Recently, a new staff member started at Lifehacker. She booted up her brand-new, company-issued MacBook Pro, and went to plug in her EarPods to listen to some tunes while she worked. She was met with the same baffling conundrum as other Apple die-hards who rush to procure the latest release: Why the hell can't you use the iPhone 7's Lightning connector headphones with the new MacBook Pro?
Image credit: Stephen Lam/Getty
Why Get Lightning Headphones in the First Place?
First, some background. In 2012, Apple introduced the smaller Lightning port on the iPhone 5 replacing the 30-pin port of previous models. While the Lightning port necessitated a new charging cable, the Lightning connector was more compact than its predecessor and one could plug it into iOS devices in either direction, making it more convenient. With the iPhone 7, Apple made the "courageous" decision to force the use of its Lightning-compatible EarPod headphones by removing the 3.5mm headphone jack from the phone altogether.
In short, your 3.5mm headphones and their traditional headphone jack were out, and either you used the EarPods that came with the phone, you bought a new pair of Lightning headphones, or you went wireless with Bluetooth-compatible headphones to listen to music.
Using your old 3.5mm headphones with your iPhone 7 is still possible, but requires the 3.5mm-to-Lightning adaptor that comes included with the new iPhone. That meant carrying around an extra, easy-to-lose little piece of equipment. It's an example of Apple making design decisions that impact function for the sake of form, a decision the company's made at many points in its past (for example, its decision to remove the optical drive in its 2012 iMacs).
Removing the 3.5mm headphone jack was was a positive change, by some metrics. By routing audio through the Lightning port, the phone can play higher quality, 24-bit audio files, also known as "high-res audio," which permits you to listen to studio-quality music. Headphone manufacturers are also taking advantage of the fact that headphones can draw power from the iPhone's Lightning port, adding features like noise cancellation and interference-reducing DACs (digital-to-analogue converters) to improve sound quality.
But Lightning-only headphones only work on iOS devices with Lightning ports. To listen to music on anything else, like your computer, or even an older iPhone, you'll need to tote around another pair of headphones.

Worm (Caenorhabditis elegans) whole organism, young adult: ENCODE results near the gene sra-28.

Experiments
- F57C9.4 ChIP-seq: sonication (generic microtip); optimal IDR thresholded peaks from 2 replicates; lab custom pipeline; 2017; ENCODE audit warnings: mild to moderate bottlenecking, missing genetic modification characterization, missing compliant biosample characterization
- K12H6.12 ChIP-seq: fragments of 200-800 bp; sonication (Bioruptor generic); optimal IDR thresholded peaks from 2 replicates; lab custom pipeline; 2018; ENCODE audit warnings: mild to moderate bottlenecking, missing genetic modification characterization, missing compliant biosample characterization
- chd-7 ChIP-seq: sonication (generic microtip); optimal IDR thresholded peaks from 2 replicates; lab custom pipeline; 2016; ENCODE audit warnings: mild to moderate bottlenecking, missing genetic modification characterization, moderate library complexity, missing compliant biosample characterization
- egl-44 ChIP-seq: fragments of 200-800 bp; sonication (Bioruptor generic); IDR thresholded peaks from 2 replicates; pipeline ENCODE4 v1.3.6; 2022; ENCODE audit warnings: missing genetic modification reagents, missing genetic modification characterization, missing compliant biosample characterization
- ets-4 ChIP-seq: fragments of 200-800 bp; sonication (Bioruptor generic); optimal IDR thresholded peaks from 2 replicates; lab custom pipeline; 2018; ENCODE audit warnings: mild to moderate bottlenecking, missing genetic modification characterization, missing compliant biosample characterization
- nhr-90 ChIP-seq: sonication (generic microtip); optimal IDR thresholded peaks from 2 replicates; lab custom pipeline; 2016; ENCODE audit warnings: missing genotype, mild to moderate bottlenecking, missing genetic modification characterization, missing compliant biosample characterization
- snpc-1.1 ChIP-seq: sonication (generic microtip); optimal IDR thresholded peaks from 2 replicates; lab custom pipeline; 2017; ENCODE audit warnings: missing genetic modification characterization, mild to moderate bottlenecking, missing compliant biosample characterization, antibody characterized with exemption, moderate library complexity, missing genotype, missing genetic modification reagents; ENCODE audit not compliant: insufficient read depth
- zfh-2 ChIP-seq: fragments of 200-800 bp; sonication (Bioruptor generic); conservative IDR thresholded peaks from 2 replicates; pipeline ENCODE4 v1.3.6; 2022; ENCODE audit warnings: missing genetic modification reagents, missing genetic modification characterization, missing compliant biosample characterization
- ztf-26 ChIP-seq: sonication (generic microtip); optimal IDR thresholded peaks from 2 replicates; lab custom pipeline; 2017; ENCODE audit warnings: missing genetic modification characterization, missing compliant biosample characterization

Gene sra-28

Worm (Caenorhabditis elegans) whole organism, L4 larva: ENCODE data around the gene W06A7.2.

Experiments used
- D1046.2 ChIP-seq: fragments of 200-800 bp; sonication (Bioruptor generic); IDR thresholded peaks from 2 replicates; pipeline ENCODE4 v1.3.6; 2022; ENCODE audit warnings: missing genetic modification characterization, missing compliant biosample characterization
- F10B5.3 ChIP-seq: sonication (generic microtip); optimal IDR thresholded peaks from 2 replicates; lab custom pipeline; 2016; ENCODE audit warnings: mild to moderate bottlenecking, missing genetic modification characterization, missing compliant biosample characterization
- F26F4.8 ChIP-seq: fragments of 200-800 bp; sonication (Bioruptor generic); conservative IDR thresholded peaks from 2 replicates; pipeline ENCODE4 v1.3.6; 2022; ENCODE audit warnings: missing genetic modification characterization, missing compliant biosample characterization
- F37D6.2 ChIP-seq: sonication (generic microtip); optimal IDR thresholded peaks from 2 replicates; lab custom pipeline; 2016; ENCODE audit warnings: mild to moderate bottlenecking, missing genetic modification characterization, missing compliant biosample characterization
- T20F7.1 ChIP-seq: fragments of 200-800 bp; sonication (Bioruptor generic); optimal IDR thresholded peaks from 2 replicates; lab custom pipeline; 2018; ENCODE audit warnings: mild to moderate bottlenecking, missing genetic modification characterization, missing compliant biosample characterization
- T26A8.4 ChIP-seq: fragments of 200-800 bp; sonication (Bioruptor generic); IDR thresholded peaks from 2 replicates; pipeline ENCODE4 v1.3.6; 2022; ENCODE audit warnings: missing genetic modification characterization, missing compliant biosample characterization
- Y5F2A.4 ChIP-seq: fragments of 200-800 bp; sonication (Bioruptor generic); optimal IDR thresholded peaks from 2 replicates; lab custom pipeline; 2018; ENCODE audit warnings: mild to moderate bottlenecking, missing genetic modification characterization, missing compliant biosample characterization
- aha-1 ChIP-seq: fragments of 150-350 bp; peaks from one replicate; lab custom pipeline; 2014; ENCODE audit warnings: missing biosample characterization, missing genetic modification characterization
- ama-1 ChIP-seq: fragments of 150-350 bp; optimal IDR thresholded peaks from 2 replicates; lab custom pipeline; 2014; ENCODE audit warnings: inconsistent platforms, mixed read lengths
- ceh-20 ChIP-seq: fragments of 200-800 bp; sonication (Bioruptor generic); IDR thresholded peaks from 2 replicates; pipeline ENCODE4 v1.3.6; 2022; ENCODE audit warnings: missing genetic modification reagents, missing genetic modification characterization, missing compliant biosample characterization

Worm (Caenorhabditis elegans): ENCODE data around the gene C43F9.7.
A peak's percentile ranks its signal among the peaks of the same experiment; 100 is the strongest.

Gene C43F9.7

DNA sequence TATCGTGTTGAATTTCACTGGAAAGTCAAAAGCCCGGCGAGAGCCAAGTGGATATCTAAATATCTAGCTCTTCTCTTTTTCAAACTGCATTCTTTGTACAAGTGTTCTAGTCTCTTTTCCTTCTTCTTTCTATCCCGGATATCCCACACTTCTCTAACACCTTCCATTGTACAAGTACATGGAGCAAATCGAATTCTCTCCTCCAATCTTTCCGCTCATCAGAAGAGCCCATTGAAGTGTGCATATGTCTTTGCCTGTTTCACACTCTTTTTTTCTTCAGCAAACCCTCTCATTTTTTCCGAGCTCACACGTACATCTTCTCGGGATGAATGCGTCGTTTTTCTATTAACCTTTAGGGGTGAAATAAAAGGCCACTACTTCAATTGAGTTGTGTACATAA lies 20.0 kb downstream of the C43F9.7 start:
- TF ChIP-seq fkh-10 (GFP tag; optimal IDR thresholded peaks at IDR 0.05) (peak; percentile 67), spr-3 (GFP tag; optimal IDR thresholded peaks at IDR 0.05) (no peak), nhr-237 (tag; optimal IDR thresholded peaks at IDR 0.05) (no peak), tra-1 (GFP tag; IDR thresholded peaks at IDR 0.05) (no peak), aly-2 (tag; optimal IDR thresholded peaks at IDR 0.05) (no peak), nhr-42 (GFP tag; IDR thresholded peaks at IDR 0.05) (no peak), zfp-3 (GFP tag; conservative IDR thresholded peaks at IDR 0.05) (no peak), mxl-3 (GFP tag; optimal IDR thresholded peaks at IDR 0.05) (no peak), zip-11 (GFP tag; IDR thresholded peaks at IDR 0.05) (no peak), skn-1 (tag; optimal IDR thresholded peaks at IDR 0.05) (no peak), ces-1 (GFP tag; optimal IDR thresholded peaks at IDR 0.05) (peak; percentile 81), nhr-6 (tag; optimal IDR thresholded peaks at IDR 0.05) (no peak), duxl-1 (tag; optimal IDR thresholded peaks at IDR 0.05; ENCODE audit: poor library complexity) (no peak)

There Are No Functional Adapters Yet
Naturally, you might think there's some sort of workaround, or an adaptor that can easily fix this incompatibility issue. After all, Apple makes its own adapters for a variety of older interfaces (for instance, VGA port adapters for mirroring your iOS device on a monitor).
But unlike 3.5mm headphones, which can be used with an iPhone 7 via the Apple-made dongle, there's no way to do the reverse and get Lightning headphones to work with anything that doesn't have a Lightning port, making my colleague's new MacBook Pro, with its four high-speed, reversible USB-C ports and single 3.5mm headphone jack incompatible with her headphones.
A dongle does exist to plug Lightning port headphones into a USB-C port, and we tried one, but it still didn't fix the problem. Lightning-to-USB-C adapters only work when charging or transferring data. Which means no audio support, which means no EarPod-powered desk concerts in your open-plan office.
Apple Is Comfortable With User-Hostile Tech
Apple's Lightning connector is convenient for Apple, but not so much for the rest of us. It's only available on Apple's iOS devices, making switching to, say, an Android device an inconvenient and pricey decision — you'll need new cables, headphones, docks etc. To play nice with others, Apple should have either left the 3.5mm headphone jack alone on the iPhone, or switched to USB-C, which is what every other cell phone manufacturer is doing.
And while their move towards incompatibility with other company's devices isn't surprising, it does seem a little weird that they'd build this kind of glaring incompatibility into their two most recent devices — the iPhone 7 and the latest MacBook pro.
The decision to exclude the Lightning port from its Macs — and not to publicly address the compatibility issues — also runs counter to its history of transition tools. During the company's switch from PowerPC to Intel processors, it released the Rosetta translator software to keep PowerPC apps running on Intel-powered Macs. When the MacBook Air debuted without an optical drive, the company's external SuperDrive optical drive eased the transition.
My theory? The removal of the headphone jack and inclusion of Lightning EarPods is simply a stop-gap to the company's true goal of forcing you to go wireless and buy AirPods or Beats Bluetooth headphones. Considering the options, going wireless might be the answer, though I'd rather get some headphones that, you know, sound good.